Friday 15/11/2019

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Monthly Market News

Investment Desk Analyst

Your monthly appointment with the financial markets. What were the trends for equities, bonds, currencies and commodities in the past month, and what made the markets move ? You can discover the most striking evolutions in this clear and concise analysis.

 

1. Equity markets

The equity markets got off to a difficult start in the past month. The direction of monetary policy in the US, the Brexit referendum, the Greek debt issue, etc. – all these factors represented uncertainties which kept investors side-lined. As the month progressed, the markets got a clearer view on these concerns. A new Greek agreement, although not offering a long-term solution, is at least heading in the right direction; opinion polls on Brexit point to a small lead for the 'Remain' camp and the US Central Bank indicated that a higher interest rate is in the offing. In its comments, the Fed referred to the low unemployment, rising (core) inflation and the economy which is stronger than generally assumed. The adjustment of market expectations to these new interest rate prospects was made very calmly, however. In Europe, the leading indicators showed a further gradual improvement in economic activity. The present environment of low interest rates, strong dollar and, all in all, still low oil prices is starting to make itself felt in the real economy. European equities were in any case among the best performing in the past month (MSCI EMU + 2.1%). US equities closed the month (in local currency) somewhat higher, but as a result of the rise of the USD the performance amounts to 4.7% in EUR. The equity markets recorded a negative performance (in EUR) in the emerging market countries. The prospect of an interest rate hike in the US exerts downward pressure on the currencies of these countries. The Latin American markets also suffered from lower commodities prices.

 

2. Bond markets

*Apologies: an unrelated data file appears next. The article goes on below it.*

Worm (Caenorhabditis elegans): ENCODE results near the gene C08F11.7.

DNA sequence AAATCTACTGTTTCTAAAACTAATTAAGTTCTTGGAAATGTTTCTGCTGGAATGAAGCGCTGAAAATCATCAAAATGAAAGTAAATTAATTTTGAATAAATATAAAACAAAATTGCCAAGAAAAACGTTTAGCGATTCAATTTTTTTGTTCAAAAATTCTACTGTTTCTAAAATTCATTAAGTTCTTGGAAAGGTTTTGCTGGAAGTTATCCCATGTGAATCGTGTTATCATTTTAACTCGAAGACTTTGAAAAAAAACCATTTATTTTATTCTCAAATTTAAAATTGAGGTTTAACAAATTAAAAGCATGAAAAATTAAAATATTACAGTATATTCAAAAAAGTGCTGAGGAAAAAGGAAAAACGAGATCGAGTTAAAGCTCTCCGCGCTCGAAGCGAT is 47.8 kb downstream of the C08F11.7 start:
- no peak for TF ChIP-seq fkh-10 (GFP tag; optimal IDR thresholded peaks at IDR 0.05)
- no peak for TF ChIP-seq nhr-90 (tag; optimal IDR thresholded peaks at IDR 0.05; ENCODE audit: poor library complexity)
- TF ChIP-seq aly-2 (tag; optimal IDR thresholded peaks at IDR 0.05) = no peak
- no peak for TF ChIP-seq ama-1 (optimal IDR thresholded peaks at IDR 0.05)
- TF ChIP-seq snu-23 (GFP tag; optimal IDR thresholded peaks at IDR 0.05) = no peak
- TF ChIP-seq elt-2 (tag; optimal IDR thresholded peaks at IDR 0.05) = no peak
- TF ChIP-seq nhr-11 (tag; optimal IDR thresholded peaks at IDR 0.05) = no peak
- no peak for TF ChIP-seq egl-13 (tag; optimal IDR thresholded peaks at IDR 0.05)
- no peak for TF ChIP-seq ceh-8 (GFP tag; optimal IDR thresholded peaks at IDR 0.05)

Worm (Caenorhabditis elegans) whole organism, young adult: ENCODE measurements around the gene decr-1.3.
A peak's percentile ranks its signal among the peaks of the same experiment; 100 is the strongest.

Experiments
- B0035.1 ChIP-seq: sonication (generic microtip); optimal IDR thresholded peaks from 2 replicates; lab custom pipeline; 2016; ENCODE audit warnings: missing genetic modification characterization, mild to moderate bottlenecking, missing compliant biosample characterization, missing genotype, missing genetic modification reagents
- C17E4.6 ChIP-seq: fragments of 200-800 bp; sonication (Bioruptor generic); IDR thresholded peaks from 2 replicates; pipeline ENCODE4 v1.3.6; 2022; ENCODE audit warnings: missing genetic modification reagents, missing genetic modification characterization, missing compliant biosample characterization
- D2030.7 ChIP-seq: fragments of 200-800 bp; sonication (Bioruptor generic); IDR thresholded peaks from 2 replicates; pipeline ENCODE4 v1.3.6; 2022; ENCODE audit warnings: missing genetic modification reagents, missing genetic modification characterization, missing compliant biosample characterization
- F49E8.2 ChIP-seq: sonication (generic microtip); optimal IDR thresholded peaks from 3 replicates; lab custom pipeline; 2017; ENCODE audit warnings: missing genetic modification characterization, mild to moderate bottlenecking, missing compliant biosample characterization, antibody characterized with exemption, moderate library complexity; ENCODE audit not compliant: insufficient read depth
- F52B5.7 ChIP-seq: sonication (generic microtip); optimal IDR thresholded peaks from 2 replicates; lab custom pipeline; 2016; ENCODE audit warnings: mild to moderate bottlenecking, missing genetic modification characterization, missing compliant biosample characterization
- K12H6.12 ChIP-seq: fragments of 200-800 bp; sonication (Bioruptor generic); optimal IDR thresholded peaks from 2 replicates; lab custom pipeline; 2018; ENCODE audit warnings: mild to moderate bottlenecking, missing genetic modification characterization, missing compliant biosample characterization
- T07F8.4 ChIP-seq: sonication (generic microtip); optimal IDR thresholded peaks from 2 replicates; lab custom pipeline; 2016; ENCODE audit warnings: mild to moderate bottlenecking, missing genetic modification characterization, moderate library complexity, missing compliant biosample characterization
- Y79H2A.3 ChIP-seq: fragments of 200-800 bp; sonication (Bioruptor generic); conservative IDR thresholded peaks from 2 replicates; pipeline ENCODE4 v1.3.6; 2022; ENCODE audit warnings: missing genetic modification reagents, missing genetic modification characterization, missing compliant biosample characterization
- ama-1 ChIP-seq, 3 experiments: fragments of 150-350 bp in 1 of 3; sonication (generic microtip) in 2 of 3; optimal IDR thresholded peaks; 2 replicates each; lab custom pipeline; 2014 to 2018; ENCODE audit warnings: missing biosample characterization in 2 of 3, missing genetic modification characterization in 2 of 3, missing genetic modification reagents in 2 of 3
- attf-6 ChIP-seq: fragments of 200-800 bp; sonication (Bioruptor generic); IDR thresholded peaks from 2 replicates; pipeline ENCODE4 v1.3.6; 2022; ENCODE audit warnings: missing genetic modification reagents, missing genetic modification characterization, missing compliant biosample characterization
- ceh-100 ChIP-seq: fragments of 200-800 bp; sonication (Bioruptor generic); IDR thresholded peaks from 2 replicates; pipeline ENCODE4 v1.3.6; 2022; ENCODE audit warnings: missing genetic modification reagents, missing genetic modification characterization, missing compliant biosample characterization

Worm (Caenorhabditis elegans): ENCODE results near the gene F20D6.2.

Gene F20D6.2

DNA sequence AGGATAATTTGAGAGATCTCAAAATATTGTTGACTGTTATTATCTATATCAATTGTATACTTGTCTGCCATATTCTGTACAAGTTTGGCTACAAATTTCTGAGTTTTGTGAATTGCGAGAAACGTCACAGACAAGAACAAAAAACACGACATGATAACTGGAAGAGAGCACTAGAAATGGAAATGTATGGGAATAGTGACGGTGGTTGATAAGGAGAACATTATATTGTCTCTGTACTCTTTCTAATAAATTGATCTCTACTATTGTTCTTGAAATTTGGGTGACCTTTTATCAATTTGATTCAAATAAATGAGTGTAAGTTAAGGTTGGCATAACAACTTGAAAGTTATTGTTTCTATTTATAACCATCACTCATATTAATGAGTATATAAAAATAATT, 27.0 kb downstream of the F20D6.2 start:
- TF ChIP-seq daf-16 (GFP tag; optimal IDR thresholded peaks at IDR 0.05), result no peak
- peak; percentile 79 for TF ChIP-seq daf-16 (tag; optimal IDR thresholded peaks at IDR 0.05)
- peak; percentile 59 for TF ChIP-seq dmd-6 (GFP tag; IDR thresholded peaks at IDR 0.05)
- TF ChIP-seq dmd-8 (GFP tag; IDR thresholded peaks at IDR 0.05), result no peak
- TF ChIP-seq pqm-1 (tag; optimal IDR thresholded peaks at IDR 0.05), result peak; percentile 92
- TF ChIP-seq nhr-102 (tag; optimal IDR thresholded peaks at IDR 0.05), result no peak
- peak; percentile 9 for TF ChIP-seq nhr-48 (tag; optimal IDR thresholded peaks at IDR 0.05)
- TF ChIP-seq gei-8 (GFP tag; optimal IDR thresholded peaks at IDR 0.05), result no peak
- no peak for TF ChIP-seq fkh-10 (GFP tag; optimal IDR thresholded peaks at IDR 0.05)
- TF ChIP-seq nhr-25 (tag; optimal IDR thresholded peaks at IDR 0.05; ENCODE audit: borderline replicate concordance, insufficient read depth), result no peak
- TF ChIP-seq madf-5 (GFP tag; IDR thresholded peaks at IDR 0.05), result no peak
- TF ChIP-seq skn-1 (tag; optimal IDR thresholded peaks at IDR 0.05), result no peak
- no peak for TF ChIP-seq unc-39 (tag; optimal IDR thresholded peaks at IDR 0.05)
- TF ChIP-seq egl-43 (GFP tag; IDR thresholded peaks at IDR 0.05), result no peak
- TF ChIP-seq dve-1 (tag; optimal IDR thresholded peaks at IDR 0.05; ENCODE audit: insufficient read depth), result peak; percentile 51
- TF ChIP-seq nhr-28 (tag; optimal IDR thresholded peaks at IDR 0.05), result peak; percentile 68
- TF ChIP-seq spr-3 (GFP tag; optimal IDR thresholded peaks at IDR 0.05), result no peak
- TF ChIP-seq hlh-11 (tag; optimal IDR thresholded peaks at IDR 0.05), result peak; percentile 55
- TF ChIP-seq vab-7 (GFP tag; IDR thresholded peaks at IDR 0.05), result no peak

European bond yields slipped somewhat in May. This occurred mainly in the first few days of the month, when the equity markets were somewhat more turbulent and investors preferred the safe haven of government bonds. The 10-year rate in the United States followed the same course but on balance remained more or less stable over the month. The shorter maturities did rise in the US (+10 basis points to 0,88% for the 2-year rate) along with the perceived higher probability of an interest rate hike by the Fed in the course of the month. In the meantime, lots of new issues are appearing on the corporate bond primary market. Companies wish to benefit from the low interest rates and the appetite of investors in search of a higher yield than that on government bonds. The corporate bond spreads widened somewhat due to this ample supply. In June, the ECB will embark on the purchase of corporate bonds. Spanish bonds lagged behind a little, but are following more or less the same trend as that of the other peripheral countries. In the opinion polls prior to the elections on 26 June, the alliance of left-wing parties (Podemos and IU (United Left)) is scoring well at the expense of the traditional Left. The Partido Popular of former Prime Minister Rajoy is also gaining support. After the approval of a new savings and reform package, Greece has obtained a next tranche of EUR 10.3 billion under the rescue plan. Debt rescheduling seems to have become more open to discussion, although it is not an option for Germany until the 2017 elections are over.